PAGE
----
Canadian scientists are world-leaders in gene discovery and genetic research and have discovered genes relating to hundreds of disorders, including cystic fibrosis, juvenile diabetes, muscular dystrophy, dyslexia, Huntington disease, Alzheimer's disease, breast cancer, colon cancer, cardiovascular disease and epilepsy. Through active fundraising, the Canadian Gene Cure Foundation can continue to support Canadian Scientists and their contributions to human genetics research.
Champions of Genetics Programme
The Champions of Genetics programme was designed with multiple benefits, in that it celebrates high-caliber scientific excellence of both highly respected senior scientists, and the rising stars that they have mentored.
The first phase of recognition in the program identifies and honours Canada’s long established scientists, our Champions of Genetics. The Canadian Gene Cure Foundation’s Board of Directors is responsible for developing the criteria on how these esteemed few are chosen, criteria that will vary in focus from year to year. In 2011, the Board elected to acknowledge individuals responsible for establishing the dynamic Canadian Genetic Diseases Network, one of Canada’s successful and highly productive Networks of Centres of Excellence, of which the Canadian Gene Cure Foundation is a legacy.
Part of the honour afforded the Champions of Genetics is the opportunity to nominate one of their former trainees to apply for a Champions of Genetics: Building the Next Generation Grant from the Canadian Gene Cure Foundation. Nominees must have excellent leadership potential, have experience running their own independent laboratory at a Canadian research institute for seven years or less and be on the path to becoming the next generation of Canada’s most respected senior scientists. The projects the nominees put forth in their application must demonstrate excellent science and have therapeutic potential in the near future.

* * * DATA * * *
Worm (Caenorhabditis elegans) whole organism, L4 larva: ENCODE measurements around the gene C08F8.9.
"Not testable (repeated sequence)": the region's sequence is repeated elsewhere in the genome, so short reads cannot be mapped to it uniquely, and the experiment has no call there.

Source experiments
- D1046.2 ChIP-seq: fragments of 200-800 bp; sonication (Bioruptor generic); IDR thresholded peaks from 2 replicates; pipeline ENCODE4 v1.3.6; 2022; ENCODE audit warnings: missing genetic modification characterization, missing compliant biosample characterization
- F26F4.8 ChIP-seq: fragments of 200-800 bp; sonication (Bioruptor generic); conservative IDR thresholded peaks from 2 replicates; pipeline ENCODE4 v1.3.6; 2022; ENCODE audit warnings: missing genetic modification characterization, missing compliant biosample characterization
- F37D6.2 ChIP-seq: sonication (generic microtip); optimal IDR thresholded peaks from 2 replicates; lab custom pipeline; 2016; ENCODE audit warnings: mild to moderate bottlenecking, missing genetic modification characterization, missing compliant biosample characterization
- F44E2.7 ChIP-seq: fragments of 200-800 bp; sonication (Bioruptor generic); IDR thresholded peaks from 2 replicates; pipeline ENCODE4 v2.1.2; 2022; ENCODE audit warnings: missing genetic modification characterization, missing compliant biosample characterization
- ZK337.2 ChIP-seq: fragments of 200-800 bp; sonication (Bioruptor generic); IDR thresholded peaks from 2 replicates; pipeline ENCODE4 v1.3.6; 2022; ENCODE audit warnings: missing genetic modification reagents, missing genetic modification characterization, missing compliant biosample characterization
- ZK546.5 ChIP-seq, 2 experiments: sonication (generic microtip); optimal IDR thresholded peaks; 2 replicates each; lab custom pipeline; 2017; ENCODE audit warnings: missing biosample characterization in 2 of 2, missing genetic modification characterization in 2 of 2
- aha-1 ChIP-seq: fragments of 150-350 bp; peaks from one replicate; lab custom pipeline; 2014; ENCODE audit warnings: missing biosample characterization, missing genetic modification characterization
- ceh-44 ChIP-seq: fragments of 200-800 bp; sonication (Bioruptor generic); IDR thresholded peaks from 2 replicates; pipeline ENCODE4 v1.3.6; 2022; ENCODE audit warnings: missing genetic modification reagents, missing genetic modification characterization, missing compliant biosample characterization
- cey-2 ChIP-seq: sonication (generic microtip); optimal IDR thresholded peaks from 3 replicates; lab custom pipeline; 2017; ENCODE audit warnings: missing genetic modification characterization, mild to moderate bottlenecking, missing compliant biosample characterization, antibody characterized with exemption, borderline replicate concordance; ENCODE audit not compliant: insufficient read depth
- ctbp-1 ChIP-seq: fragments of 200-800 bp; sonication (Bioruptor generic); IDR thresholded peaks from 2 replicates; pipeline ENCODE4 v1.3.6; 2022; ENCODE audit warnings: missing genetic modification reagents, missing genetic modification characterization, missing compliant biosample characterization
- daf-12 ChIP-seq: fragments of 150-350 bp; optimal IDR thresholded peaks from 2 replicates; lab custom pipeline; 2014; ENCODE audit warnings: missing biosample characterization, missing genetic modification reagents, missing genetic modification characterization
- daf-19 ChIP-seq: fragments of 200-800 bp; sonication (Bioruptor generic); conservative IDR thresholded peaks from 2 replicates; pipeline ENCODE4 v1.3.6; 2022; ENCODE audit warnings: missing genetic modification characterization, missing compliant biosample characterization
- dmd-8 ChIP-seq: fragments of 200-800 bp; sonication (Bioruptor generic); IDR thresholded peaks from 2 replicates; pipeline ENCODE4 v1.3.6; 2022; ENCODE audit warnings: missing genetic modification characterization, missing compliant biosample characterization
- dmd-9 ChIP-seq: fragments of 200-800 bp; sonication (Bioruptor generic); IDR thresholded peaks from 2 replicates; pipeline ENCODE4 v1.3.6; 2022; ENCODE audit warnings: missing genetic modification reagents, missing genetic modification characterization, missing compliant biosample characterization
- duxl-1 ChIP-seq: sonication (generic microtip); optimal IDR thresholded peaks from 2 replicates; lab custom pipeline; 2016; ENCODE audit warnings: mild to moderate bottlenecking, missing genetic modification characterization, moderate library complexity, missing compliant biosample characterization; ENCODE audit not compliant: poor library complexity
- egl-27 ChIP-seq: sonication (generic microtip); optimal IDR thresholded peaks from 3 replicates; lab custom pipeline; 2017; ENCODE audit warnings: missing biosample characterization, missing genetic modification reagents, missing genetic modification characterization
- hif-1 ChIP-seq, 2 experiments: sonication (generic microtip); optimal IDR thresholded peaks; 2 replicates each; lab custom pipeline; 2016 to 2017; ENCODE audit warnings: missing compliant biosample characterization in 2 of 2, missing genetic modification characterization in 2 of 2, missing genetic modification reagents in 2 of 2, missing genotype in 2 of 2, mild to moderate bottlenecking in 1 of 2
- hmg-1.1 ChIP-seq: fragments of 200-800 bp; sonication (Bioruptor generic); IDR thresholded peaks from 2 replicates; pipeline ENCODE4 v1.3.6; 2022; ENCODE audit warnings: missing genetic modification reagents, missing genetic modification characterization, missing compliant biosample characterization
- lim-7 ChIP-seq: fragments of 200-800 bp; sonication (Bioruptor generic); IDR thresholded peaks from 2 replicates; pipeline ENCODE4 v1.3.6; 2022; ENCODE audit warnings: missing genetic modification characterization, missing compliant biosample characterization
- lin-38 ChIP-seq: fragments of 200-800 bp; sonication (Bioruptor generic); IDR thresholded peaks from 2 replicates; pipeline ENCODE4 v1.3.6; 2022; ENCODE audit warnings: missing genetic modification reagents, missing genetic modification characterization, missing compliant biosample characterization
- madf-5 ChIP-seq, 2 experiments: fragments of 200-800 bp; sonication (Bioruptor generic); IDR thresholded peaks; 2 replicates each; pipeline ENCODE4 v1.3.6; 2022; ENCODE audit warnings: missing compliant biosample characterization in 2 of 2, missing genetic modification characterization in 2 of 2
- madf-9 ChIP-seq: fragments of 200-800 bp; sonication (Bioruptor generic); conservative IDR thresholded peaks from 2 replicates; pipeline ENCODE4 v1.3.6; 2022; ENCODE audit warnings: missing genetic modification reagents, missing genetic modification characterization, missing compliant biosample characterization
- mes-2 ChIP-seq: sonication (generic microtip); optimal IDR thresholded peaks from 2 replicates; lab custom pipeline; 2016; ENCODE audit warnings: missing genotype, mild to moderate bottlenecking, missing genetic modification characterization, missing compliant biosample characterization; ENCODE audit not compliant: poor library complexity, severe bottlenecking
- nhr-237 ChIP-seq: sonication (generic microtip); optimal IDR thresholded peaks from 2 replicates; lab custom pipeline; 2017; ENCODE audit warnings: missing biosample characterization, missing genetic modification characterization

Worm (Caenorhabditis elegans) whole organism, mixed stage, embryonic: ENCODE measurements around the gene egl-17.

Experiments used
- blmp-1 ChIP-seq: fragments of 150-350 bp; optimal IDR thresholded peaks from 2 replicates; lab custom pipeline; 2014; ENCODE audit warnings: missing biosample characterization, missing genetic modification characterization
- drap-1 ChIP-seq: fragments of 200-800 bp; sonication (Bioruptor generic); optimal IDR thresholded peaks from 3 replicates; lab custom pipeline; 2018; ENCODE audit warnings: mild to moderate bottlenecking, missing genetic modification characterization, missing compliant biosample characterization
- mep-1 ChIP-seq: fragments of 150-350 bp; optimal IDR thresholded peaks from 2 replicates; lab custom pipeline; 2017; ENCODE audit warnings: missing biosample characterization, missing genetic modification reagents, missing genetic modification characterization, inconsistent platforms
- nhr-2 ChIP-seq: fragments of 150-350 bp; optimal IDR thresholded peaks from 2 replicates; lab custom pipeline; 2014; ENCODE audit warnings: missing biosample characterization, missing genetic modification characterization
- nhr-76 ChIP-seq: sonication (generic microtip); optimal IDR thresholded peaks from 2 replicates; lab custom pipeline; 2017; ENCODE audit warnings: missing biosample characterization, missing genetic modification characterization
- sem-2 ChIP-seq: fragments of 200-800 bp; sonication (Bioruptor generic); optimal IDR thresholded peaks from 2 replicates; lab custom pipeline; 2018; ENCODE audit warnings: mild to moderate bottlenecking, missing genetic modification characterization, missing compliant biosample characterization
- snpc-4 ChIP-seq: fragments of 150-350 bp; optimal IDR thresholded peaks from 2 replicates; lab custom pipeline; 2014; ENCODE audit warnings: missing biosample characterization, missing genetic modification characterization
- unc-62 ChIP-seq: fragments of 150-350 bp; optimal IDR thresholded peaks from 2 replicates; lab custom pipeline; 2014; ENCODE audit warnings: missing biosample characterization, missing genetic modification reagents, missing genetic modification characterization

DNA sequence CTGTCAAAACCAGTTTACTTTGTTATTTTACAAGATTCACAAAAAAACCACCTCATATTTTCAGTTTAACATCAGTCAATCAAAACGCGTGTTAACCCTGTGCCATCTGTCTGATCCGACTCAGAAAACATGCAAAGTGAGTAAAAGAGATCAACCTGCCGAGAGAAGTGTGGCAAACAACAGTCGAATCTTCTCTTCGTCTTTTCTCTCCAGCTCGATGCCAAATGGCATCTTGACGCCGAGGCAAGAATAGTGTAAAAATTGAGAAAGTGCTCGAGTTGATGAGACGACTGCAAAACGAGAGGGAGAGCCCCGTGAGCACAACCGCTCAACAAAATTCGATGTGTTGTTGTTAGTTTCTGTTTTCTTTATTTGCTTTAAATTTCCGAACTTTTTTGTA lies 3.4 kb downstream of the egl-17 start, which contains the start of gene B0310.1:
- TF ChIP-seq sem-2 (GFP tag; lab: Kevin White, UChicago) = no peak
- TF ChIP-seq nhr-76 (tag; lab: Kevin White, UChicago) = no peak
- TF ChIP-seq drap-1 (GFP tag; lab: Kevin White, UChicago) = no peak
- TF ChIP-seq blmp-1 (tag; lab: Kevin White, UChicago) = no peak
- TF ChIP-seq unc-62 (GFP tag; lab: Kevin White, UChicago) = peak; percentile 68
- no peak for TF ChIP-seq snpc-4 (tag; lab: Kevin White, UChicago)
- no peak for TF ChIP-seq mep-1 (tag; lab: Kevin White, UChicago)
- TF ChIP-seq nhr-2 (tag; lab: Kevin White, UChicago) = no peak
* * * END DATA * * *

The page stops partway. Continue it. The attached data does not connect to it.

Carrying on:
This year, three of the nominees have been awarded a two-year grant. The grant recipients will be expected to use the grant funding to hire and mentor a post-doctoral fellow. This stipulation allows them the opportunity to not only further advance their own exciting research projects but to continue the important tradition of mentorship bringing strength and a continuity of excellence to the Canadian research community.
Dr. Nada Jabado Bio Sketch
Dr Nada Jabado is an Associate Professor in the Department of Pediatrics and an Associate member of the Department of Human Genetics, The Goodman Cancer Centre and the Division of Experimental Medicine at McGill University. Her research focuses on uncovering genetic defects in inherited disorders affecting the immune system and on pediatric astrocytomas, the most common group of pediatric brain tumours. Inborn errors affecting the immune system have high morbidity and mortality in children. The objective is to identify causative genes, explore their function and provide patients and families with improved diagnostic tools and management of these often lethal defects. Brain tumours are currently the leading cause of cancer-related mortality and morbidity in the pediatric years. The main objective of this part of her research is to identify genetic defects in these brain tumours and achieve a better understanding of the molecular events and pathways responsible for their formation and progression. Her goal is the identification of novel therapeutic targets and their efficient transfer from bench to bedside ultimately tailoring treatment to the tumor biology.